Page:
Filed under: Books, Statistics, Travel, University life Tagged: 2013 WSC, ABC, ars conjectandi, Bayesian Analysis, Bernoulli factory, Hong Kong, ISI, Jacob Bernoulli, Krzysztof Burdzy, MCMC, Russian roulette, simulation, slideshare, The Search for Certainty
I have just posted on arXiv the fourth (and hopefully final) version of our paper, Relevant statistics for Bayesian model choice, written jointly with Jean-Michel Marin, Natesh Pillai, and Judith Rousseau over the past two years. As we received a very positive return from the editorial team at JRSS Series B, I flew to Montpellier today to write & resubmit a revised version of the paper. The changes are only stylistic, since we could not answer in depth a query about the apparently different speeds of convergence of the posterior probabilities under the Gaussian and Laplace distributions in Figures 3 & 4 (see paper). This was a most interesting question in that the marginal likelihoods do indeed seem to converge at different speeds. However, the only precise information we can derive from our result (Theorem 1) is when the Bayes factor is not consistent. Otherwise, we only have a lower bound on its speed of convergence (under the correct model). Getting precise speeds in this case sounds beyond our reach… (Unless I am confused with time zones, this post should come alive just after the fourth version is announced on arXiv..)
Filed under: pictures, Statistics, Travel, University life Tagged: ABC, asymptotics, Bayesian model choice, convergence assessment, JRSSB, leaves, marginal likelihood, Montpellier, pergola, truck
While I got an advance reader’s copy of numbersense, Kaiser Fung’s latest book, sent to me by the publisher McGraw-Hill, I did not managed to write a review until the book had been out for two months. The title of the book is clear enough about the purpose of the author, but the subtitle “How to use Big Data to your advantage” stresses it even further. And includes the sesame “Big Data”, much more likely to appeal to the general reader than “statistics”…!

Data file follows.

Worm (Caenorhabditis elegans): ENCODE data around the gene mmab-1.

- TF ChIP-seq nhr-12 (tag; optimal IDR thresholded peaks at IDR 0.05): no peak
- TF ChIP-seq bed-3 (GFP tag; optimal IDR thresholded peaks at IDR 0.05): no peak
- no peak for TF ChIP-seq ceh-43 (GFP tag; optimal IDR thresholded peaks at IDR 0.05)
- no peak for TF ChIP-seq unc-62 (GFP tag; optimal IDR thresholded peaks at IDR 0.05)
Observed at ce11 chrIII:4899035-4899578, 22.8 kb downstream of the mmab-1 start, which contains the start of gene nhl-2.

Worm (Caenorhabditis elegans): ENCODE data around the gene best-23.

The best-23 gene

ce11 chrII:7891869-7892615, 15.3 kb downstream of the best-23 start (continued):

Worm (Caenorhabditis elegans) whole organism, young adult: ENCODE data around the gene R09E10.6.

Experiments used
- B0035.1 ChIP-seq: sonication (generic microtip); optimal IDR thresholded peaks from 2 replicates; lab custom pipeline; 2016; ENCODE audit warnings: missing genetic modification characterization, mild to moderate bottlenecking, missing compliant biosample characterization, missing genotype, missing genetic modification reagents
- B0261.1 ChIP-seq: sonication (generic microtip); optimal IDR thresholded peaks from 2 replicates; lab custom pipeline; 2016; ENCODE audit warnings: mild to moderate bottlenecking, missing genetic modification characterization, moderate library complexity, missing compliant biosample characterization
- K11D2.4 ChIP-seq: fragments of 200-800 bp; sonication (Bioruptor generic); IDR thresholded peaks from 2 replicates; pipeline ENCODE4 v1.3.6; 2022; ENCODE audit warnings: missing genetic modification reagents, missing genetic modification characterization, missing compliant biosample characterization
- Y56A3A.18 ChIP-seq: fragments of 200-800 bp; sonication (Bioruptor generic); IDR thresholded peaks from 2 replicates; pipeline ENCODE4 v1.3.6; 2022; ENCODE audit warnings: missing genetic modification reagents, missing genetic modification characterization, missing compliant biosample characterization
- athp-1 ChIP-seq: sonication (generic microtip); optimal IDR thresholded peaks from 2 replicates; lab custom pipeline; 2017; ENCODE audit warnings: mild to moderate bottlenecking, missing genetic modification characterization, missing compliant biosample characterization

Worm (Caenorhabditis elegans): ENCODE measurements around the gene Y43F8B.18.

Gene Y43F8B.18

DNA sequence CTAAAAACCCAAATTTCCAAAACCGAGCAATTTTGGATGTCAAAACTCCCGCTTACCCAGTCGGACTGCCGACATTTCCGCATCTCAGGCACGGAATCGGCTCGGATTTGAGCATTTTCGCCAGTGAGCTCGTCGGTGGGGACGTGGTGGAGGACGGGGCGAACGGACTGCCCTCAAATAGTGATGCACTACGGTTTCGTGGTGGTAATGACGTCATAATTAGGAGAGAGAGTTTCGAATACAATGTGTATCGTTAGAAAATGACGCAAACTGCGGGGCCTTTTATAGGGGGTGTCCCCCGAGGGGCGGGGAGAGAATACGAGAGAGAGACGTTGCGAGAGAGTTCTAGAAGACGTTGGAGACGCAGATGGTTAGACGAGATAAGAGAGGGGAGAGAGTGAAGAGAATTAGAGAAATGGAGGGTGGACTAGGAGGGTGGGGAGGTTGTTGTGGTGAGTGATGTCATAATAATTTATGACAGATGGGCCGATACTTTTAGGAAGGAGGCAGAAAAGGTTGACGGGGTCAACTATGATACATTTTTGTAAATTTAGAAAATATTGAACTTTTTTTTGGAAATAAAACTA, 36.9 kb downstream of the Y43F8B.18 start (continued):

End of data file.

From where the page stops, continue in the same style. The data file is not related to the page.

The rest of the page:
“I wouldn’t blame you if you are ready to burn this book, and vow never to talk to the lying statisticians ever again.” (p.4)
So why did it take me such a long while to compose this review?! Besides the break induced by The Accident (I took the book to the hospital but ended up reviewing R for Dummies instead!), I figure I got rather taken aback by the style and intended audience of numbersense, given my earlier reading and enjoying Numbers rule your world. While the book remains of interest for statisticians (and other CHANCE readers!), providing examples to use in the classroom, the statistical connection is all but visible to the casual reader who may well conclude that numbersense is a form of numerical common sense of about fighting innumeracy, rather than modelling uncertainty thru statistical models.
“In analyzing data, there is no way to avoid having theoretical assumptions (…) The world has never run out of theoreticians; in the era of Big Data, the bar of evidence is reset lower, making it tougher to tell right from wrong.” (p.11)